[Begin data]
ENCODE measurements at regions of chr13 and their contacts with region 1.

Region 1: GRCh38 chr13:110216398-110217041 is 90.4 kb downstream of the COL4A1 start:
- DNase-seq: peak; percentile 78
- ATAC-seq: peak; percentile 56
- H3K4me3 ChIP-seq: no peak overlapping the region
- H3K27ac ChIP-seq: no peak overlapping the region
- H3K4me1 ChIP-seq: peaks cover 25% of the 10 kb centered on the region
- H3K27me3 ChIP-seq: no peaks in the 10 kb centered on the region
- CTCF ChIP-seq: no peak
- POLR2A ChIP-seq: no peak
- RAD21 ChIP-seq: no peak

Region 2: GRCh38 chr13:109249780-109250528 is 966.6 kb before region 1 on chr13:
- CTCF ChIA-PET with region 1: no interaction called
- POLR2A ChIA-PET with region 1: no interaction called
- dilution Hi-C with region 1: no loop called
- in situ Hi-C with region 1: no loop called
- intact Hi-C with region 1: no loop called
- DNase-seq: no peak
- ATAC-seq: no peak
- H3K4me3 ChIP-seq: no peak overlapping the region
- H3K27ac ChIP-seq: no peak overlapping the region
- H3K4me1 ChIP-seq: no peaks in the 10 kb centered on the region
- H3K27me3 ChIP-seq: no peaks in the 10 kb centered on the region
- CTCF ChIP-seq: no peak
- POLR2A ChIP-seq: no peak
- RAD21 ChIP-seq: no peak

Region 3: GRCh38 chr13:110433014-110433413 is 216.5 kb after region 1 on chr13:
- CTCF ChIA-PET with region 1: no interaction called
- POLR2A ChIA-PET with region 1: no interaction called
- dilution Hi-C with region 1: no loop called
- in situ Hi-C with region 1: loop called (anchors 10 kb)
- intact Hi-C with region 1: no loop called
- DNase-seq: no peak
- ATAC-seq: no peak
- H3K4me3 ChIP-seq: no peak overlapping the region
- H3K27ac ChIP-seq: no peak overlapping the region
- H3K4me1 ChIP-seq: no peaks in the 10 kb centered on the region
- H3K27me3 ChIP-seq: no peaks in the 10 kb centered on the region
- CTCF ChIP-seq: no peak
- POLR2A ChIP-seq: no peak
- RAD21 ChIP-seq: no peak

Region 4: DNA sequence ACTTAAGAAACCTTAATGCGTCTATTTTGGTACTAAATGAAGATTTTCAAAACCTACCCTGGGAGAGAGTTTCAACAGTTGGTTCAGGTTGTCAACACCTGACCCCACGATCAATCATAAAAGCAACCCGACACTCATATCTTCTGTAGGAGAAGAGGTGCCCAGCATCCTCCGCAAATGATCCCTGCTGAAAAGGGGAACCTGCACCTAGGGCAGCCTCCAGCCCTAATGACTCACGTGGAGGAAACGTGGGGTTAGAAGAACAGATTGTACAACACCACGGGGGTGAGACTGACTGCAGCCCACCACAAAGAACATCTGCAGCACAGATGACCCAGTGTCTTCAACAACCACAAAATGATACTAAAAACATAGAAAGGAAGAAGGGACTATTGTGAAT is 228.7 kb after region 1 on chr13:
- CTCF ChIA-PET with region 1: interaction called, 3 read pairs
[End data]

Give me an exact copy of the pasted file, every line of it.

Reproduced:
ENCODE measurements at regions of chr13 and their contacts with region 1.

Region 1: GRCh38 chr13:110216398-110217041 is 90.4 kb downstream of the COL4A1 start:
- DNase-seq: peak; percentile 78
- ATAC-seq: peak; percentile 56
- H3K4me3 ChIP-seq: no peak overlapping the region
- H3K27ac ChIP-seq: no peak overlapping the region
- H3K4me1 ChIP-seq: peaks cover 25% of the 10 kb centered on the region
- H3K27me3 ChIP-seq: no peaks in the 10 kb centered on the region
- CTCF ChIP-seq: no peak
- POLR2A ChIP-seq: no peak
- RAD21 ChIP-seq: no peak

Region 2: GRCh38 chr13:109249780-109250528 is 966.6 kb before region 1 on chr13:
- CTCF ChIA-PET with region 1: no interaction called
- POLR2A ChIA-PET with region 1: no interaction called
- dilution Hi-C with region 1: no loop called
- in situ Hi-C with region 1: no loop called
- intact Hi-C with region 1: no loop called
- DNase-seq: no peak
- ATAC-seq: no peak
- H3K4me3 ChIP-seq: no peak overlapping the region
- H3K27ac ChIP-seq: no peak overlapping the region
- H3K4me1 ChIP-seq: no peaks in the 10 kb centered on the region
- H3K27me3 ChIP-seq: no peaks in the 10 kb centered on the region
- CTCF ChIP-seq: no peak
- POLR2A ChIP-seq: no peak
- RAD21 ChIP-seq: no peak

Region 3: GRCh38 chr13:110433014-110433413 is 216.5 kb after region 1 on chr13:
- CTCF ChIA-PET with region 1: no interaction called
- POLR2A ChIA-PET with region 1: no interaction called
- dilution Hi-C with region 1: no loop called
- in situ Hi-C with region 1: loop called (anchors 10 kb)
- intact Hi-C with region 1: no loop called
- DNase-seq: no peak
- ATAC-seq: no peak
- H3K4me3 ChIP-seq: no peak overlapping the region
- H3K27ac ChIP-seq: no peak overlapping the region
- H3K4me1 ChIP-seq: no peaks in the 10 kb centered on the region
- H3K27me3 ChIP-seq: no peaks in the 10 kb centered on the region
- CTCF ChIP-seq: no peak
- POLR2A ChIP-seq: no peak
- RAD21 ChIP-seq: no peak

Region 4: DNA sequence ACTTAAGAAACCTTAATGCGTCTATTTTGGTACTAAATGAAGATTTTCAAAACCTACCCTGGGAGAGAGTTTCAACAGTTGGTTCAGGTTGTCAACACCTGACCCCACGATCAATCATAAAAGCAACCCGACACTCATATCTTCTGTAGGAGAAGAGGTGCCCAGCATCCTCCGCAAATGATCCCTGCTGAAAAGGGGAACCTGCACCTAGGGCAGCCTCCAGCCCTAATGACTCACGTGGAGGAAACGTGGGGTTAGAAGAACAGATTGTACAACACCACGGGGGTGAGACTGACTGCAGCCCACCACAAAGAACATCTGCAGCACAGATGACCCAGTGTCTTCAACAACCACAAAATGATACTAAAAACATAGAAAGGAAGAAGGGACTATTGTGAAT is 228.7 kb after region 1 on chr13:
- CTCF ChIA-PET with region 1: interaction called, 3 read pairs